“I don’t think anybody has ever seen anything quite like this,” East Carolina University baseball play-by-play broadcaster Corey Gloor said.
Harkening back to the days when Ted Williams left the baseball diamond to fight in World War II while much of the world was put on hold, ECU athletes must now go without the sports they love for an extended amount of time. This time to combat the spread of a deadly virus instead of an existential threat like an invading army, the world is taking a huge swing to limit COVID-19’s reach.
Caught up in all that is ECU’s spring sports schedule, a slate that was canceled on Monday after originally being suspended four days earlier. A decision made by the American Athletic Conference and in lock-step with all other major conferences and leagues, this week has been a whirlwind of suspensions and cancellations across the country.
“I wasn’t surprised when it came down yesterday (Monday),” Gloor said. “Just seeing how everything transpired over the last week and how quickly this all snowballed in the sports world, that it just seemed like a matter of time before the American pulled the trigger on canceling the spring season.”
Described as premature by some, it is universally understood the conference made the right decision in halting play. What was a bridge too far for some, however, was when the NCAA announced the cancellation of all winter and spring championships months before some were set to take place.
Jared Plummer, a long-time member of the jungle, says he is disappointed with the NCAA’s decision to cancel events and would have rather seen a suspension and reevaluation when the coronavirus subsides.
For those like devoted ECU baseball fan Todd Viverette who have kids, the process of explaining the absence of baseball can be hard. Stopped 17 games into a 56-game regular season, changing routines will be difficult to accomplish.
“My son, he’s such a big baseball fan, he likes to run around and give us all high-fives like he’s doing his own jungle jump,” Viverette said. “He’s asking when we’re going to go to our next baseball game and I’ve had to tell him that there won’t be baseball games for a while.”
As things stand right now, the next ECU sporting event is the home football opener on Aug. 29 in Dowdy-Ficklen Stadium. Still over five months away at this point, just how much the coronavirus will impact everyone’s lives remains up in the air.
With the total number of those infected creeping up over 200,000 globally, governments must find answers to the question of how they are going to stop the spread. In the sports world, the NCAA and universities across the country will be forced to figure the best way to relax roster size and scholarship restrictions on spring sports like baseball.
Already on record as willing to extend another year of eligibility to spring athletes, rumors continue to swirl about how the NCAA will implement such a provision and how it will impact the landscape of collegiate athletics.
“I believe they are going to make some moves there,” Plummer said. “Obviously they’re giving guys another year of eligibility which is great and I think that’s the right move. How are they now going to handle five entire classes onto a roster? This is going to take five years to unravel.”
Whether the extra year only applies to seniors, a possible fix that has floated around Twitter, juniors on baseball rosters around the country are staring down a tough decision. Having already pushed back the start of their regular season, Major League Baseball is still in talks with its players’ union about the best way to approach the draft.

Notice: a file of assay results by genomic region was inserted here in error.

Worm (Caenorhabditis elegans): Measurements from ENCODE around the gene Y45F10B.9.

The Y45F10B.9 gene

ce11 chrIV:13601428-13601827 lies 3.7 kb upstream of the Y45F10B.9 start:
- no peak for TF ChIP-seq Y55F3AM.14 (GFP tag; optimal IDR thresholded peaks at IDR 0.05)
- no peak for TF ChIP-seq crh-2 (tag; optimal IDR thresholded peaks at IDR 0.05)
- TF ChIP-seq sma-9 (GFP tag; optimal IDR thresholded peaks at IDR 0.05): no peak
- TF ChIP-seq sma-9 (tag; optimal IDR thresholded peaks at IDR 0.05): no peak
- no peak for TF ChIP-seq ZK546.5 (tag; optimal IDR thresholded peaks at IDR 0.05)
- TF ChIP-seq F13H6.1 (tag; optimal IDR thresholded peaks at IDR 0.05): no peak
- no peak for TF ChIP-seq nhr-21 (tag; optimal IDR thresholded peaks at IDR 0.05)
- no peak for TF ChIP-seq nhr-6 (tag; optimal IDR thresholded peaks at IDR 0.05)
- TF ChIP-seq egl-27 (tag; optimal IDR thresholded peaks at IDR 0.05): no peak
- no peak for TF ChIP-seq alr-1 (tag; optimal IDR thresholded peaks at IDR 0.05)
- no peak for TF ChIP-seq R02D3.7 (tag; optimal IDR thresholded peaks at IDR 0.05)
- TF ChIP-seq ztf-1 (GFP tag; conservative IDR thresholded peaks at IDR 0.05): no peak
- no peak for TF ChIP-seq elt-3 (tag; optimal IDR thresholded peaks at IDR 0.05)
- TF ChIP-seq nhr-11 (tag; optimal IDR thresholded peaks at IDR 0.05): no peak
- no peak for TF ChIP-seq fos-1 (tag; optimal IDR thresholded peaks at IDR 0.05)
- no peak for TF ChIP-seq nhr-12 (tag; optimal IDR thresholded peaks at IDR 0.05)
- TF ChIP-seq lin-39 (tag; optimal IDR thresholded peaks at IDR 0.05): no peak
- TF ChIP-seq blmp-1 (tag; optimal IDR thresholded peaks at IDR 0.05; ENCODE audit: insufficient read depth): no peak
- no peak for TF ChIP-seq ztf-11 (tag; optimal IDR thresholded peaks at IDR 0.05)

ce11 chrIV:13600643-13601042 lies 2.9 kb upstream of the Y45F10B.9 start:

Slated for June 10, it is unclear if the MLB will simply delay its draft or cancel it altogether. Of course, that decision likely revolves around the fluid situation so many people around the United States and world now find themselves in.
“I can’t imagine the feeling there. Especially for the upperclassmen, whether seniors on the roster or the guys who are looking at the draft this summer about now what all this means for them,” Gloor said. “There’s a lot of decisions that are now needing to be made here. Not just on their end, but on the NCAA’s end, on Major League Baseball’s end when it comes to the draft.”
Still with time to make a well thought out decision, it’s beginning to sink in that the 17 games in 2020 might have been the last time many ECU upperclassmen suited up in purple and gold.
Names like junior left-handed pitcher Alec Burleson, junior outfielder Bryson Worrell, junior left-handed pitcher Jake Kuchmaner and senior right-handed pitcher Tyler Smith are just a few that could enter the pool of wouldbe professional baseball players this summer.
Both Plummer and Viverette said they would love to see those players back, especially with the short season, but recognize the need for them to do what is best for themselves and their families.
For that reason, it would be premature to speculate on who will or will not be returning to Greenville, North Carolina in 2021 since many of the terms are not known.
In the meantime, thousands of ECU sports fans are waiting out the virus’s impact with little more to do than watch unorthodox forms of entertainment.
“I’m getting the shakes a little bit,” Plummer said. “I’ve never smoked in my life but I feel like I know what people are going through when they go through the nicotine withdrawals. It’s amazing how excited I get when I see darts on TV. I get a lot more excited than I thought I would.”
While we all miss sports, it remains important for everyone to heed medical professionals’ recommendations on social distancing and other things that could limit the spread of the coronavirus. With a little luck and everybody working together, sports will be back in the picture in Greenville, North Carolina and around the world soon enough.